Exploring Knowing in Practice: An Ethnographic Study of Teams in the Agile Setting
Independent thesis Advanced level (degree of Master (Two Years)), 20 credits / 30 HE creditsStudent thesis
Studies related to knowledge often fall under the traditional knowledge management discourse which views knowledge as a static and transferable entity. However, the predominant knowledge in agile software development is tacit and resides in the heads of individuals with the expertise. The study acknowledges the importance of human agency and moves away from the view of knowledge as a static entity to the perspective of “knowing” which is constituted in our daily actions and practices. The focus is to examine how “knowing” or knowledgeability is enacted through the practices of teams in agile projects.
A conceptual model was developed from current literature and used as a guide for data collection and analysis. The study subscribed to phenomenological hermeneutics as the philosophical tradition to interpret meaning and the worldviews of the participants. Ethnographic research was conducted in two companies which work with software development using agile methodologies. The findings indicated several practices which were enacted by the two organizations, of which many of them appeared to be interrelated. The “knowing” which was constituted in these practices were categorized as “knowing how to develop competencies/ capabilities” and “knowing how to coordinate effort”.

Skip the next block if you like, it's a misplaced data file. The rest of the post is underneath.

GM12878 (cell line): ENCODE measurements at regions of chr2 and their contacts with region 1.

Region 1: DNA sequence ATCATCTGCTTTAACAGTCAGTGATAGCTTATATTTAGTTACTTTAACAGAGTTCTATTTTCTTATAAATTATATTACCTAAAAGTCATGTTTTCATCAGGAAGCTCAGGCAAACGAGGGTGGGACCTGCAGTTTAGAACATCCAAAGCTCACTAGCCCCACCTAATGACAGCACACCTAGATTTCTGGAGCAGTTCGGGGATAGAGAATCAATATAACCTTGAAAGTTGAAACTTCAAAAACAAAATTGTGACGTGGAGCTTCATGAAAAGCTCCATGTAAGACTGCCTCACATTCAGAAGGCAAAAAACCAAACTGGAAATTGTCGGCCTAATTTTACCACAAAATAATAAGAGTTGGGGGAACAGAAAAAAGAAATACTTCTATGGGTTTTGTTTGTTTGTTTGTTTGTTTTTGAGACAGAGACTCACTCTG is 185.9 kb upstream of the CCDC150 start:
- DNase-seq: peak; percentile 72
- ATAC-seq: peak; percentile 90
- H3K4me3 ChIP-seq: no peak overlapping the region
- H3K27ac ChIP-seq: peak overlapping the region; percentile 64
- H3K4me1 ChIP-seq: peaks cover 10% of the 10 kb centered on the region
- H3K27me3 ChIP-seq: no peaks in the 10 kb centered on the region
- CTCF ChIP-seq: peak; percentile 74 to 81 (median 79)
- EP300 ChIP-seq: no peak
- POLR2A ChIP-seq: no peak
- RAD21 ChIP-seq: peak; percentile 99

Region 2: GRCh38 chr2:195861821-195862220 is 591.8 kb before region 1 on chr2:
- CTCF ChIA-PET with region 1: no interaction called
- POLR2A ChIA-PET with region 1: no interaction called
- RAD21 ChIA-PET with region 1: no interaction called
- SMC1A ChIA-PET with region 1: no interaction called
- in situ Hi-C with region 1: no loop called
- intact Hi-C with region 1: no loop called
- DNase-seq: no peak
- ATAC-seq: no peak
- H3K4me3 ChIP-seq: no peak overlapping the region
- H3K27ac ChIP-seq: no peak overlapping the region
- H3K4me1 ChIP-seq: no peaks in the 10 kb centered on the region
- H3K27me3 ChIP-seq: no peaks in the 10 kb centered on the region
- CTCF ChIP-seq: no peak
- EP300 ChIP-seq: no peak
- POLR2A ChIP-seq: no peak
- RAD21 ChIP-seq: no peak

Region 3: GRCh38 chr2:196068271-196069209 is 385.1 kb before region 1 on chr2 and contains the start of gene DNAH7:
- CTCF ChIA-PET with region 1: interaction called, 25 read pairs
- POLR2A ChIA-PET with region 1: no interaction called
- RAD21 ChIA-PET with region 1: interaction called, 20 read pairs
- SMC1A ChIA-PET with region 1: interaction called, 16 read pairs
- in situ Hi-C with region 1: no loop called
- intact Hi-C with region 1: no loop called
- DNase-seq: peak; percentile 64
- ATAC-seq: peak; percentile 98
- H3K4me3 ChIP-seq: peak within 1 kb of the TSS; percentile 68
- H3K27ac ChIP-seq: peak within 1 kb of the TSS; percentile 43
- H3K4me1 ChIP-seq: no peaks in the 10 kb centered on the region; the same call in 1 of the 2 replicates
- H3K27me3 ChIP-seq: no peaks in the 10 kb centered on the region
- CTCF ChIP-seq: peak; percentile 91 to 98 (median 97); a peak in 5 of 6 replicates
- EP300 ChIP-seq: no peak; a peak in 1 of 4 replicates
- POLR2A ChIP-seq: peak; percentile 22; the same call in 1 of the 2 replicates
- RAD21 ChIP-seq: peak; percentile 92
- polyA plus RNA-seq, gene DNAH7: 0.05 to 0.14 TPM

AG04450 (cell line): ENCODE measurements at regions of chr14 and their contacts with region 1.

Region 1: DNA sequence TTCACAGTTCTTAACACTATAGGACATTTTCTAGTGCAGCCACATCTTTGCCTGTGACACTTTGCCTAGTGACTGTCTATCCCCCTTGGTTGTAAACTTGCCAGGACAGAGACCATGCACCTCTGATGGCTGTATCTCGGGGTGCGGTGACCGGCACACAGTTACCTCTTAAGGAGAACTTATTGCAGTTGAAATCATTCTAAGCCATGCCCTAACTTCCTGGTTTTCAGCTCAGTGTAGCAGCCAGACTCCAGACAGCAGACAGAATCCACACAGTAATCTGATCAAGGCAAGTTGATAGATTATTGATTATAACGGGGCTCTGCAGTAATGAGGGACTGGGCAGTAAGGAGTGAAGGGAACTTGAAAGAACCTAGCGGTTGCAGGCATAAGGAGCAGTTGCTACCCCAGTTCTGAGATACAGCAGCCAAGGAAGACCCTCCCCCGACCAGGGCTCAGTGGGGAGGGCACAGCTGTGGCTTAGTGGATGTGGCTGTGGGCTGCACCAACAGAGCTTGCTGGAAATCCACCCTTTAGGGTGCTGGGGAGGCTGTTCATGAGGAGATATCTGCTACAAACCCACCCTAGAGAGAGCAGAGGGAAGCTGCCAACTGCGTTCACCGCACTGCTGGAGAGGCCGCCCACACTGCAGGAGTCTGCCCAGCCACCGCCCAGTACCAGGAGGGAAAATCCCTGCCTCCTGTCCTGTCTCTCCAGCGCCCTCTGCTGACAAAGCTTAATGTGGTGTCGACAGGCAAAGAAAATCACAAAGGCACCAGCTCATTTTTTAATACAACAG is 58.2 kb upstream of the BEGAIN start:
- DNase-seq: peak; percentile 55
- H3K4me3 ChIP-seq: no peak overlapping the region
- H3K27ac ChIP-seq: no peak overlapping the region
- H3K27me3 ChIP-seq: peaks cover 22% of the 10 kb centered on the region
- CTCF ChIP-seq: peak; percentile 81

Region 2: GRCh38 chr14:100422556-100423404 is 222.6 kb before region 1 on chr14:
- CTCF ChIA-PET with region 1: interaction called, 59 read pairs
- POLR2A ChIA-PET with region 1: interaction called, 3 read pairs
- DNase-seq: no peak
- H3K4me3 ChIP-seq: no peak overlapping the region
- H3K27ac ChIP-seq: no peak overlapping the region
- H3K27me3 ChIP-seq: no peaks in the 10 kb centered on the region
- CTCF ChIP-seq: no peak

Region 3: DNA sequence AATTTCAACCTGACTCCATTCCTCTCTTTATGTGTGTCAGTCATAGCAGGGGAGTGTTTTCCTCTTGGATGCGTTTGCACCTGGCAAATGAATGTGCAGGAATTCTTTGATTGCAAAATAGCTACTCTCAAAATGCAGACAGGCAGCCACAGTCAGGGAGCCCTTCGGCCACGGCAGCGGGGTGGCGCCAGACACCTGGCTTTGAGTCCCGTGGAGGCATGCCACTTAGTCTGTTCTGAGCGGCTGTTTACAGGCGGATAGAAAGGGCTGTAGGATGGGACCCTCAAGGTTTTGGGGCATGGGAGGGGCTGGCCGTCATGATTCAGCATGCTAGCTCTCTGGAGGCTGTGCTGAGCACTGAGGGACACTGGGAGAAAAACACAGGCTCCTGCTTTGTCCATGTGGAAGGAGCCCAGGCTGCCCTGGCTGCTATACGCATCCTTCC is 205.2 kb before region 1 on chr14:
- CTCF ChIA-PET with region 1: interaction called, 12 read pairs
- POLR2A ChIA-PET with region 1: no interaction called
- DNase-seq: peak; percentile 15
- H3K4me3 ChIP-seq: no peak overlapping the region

The practices found in the study were similar to some of the practices commonly cited in current knowledge management literature. Notwithstanding this, new knowledge was not created from the conversion of tacit to explicit knowledge and vice versa. On the contrary, “knowing how” was generated and sustained through the ongoing actions and everyday practices of the individuals in the agile teams.
Place, publisher, year, edition, pages
2014. , 73 p.
IdentifiersURN: urn:nbn:se:lnu:diva-36208OAI: oai:DiVA.org:lnu-36208DiVA: diva2:735510
Subject / course
Master Programme in Information Systems, 120 credits
Winter, Jeff, Senior Lecturer
Mörtberg, Christina, Professor